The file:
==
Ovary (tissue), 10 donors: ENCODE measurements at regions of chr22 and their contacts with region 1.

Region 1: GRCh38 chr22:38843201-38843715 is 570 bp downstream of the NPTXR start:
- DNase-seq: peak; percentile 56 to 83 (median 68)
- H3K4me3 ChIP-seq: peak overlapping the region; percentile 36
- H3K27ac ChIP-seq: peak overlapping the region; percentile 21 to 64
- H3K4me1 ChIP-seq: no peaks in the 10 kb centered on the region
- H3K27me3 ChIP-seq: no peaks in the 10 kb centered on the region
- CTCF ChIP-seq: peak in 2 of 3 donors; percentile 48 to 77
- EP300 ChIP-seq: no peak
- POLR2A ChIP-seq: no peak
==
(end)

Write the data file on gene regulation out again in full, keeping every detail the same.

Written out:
Ovary (tissue), 10 donors: ENCODE measurements at regions of chr22 and their contacts with region 1.

Region 1: GRCh38 chr22:38843201-38843715 is 570 bp downstream of the NPTXR start:
- DNase-seq: peak; percentile 56 to 83 (median 68)
- H3K4me3 ChIP-seq: peak overlapping the region; percentile 36
- H3K27ac ChIP-seq: peak overlapping the region; percentile 21 to 64
- H3K4me1 ChIP-seq: no peaks in the 10 kb centered on the region
- H3K27me3 ChIP-seq: no peaks in the 10 kb centered on the region
- CTCF ChIP-seq: peak in 2 of 3 donors; percentile 48 to 77
- EP300 ChIP-seq: no peak
- POLR2A ChIP-seq: no peak